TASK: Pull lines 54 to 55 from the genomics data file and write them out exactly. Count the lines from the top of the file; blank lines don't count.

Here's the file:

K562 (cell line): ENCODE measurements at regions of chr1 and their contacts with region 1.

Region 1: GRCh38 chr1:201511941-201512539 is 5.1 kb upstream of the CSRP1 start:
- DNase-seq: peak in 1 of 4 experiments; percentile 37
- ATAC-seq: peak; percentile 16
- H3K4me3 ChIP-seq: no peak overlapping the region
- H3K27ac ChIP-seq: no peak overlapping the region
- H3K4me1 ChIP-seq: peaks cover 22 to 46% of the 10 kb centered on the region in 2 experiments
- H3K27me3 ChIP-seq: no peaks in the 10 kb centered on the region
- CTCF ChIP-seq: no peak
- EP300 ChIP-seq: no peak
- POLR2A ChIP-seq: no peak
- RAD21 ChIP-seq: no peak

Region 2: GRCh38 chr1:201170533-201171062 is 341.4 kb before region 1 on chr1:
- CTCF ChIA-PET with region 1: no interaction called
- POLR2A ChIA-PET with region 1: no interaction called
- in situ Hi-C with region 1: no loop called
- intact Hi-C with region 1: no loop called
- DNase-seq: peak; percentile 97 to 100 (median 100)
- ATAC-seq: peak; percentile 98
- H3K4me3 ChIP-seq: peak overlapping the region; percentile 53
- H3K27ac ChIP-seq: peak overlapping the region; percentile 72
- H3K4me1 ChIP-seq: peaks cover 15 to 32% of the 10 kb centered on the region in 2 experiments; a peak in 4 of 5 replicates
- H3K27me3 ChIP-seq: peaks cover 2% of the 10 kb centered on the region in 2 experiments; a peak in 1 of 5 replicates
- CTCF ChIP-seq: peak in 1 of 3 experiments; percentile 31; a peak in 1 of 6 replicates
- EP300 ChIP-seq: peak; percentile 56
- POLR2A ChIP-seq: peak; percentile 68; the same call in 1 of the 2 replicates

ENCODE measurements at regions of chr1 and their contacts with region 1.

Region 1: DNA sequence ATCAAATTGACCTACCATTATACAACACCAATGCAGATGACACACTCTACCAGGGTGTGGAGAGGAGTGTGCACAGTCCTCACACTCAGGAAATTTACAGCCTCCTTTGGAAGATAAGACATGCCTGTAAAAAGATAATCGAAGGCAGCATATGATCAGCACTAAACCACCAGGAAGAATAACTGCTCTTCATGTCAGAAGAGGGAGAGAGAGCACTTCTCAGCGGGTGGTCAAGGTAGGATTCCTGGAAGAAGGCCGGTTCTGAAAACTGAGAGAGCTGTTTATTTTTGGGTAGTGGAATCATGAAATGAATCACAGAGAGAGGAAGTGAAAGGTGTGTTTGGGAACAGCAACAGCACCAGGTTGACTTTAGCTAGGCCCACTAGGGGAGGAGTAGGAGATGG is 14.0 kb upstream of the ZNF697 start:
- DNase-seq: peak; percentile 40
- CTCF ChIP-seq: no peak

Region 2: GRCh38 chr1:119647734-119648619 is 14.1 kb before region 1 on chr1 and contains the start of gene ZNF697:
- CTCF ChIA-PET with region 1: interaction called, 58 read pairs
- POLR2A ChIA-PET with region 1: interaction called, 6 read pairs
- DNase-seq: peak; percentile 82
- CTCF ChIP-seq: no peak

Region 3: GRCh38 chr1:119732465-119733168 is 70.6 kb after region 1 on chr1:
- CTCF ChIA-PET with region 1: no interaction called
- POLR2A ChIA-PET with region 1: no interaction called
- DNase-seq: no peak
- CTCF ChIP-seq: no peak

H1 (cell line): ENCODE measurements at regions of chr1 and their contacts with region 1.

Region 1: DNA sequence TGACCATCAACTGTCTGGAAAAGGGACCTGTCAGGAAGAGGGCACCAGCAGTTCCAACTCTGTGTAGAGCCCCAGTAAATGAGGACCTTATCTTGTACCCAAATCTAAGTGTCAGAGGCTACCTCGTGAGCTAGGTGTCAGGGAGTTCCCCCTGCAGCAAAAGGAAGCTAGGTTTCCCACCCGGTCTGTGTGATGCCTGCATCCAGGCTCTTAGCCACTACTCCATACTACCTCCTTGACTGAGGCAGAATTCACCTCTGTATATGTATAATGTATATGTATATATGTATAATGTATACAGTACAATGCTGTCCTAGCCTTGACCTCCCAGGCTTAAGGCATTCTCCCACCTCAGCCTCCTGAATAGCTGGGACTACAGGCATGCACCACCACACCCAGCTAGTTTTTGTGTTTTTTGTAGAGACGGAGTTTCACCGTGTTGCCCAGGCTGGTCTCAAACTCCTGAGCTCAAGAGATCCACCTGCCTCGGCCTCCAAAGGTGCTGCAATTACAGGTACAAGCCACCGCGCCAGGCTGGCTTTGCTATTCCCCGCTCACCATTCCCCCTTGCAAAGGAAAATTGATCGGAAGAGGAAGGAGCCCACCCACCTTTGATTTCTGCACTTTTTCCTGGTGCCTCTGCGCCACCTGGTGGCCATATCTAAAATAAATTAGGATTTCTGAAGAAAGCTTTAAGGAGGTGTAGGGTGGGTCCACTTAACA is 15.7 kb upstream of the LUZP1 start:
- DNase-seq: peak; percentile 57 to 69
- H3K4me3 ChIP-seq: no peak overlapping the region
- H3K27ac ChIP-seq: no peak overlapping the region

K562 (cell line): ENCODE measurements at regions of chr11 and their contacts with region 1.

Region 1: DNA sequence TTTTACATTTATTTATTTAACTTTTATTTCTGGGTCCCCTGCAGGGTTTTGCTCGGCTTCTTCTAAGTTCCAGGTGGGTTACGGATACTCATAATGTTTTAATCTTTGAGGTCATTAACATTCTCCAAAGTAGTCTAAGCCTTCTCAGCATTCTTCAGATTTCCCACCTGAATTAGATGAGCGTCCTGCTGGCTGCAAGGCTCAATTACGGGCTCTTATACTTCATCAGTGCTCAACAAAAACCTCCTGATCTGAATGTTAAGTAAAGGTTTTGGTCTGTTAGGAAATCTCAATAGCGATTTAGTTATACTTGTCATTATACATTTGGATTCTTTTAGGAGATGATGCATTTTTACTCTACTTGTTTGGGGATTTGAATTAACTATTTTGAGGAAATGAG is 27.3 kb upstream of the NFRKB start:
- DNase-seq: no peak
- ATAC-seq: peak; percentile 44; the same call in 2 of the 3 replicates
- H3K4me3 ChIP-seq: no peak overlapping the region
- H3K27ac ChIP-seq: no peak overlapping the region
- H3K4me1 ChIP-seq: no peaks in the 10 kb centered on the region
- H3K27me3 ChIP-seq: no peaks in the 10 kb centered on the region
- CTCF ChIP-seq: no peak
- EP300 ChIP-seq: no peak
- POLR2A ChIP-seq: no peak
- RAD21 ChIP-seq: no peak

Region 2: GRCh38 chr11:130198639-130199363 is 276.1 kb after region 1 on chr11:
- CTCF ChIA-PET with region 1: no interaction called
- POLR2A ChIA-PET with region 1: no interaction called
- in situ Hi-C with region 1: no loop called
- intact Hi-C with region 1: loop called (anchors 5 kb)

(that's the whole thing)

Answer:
- CTCF ChIP-seq: no peak
- EP300 ChIP-seq: no peak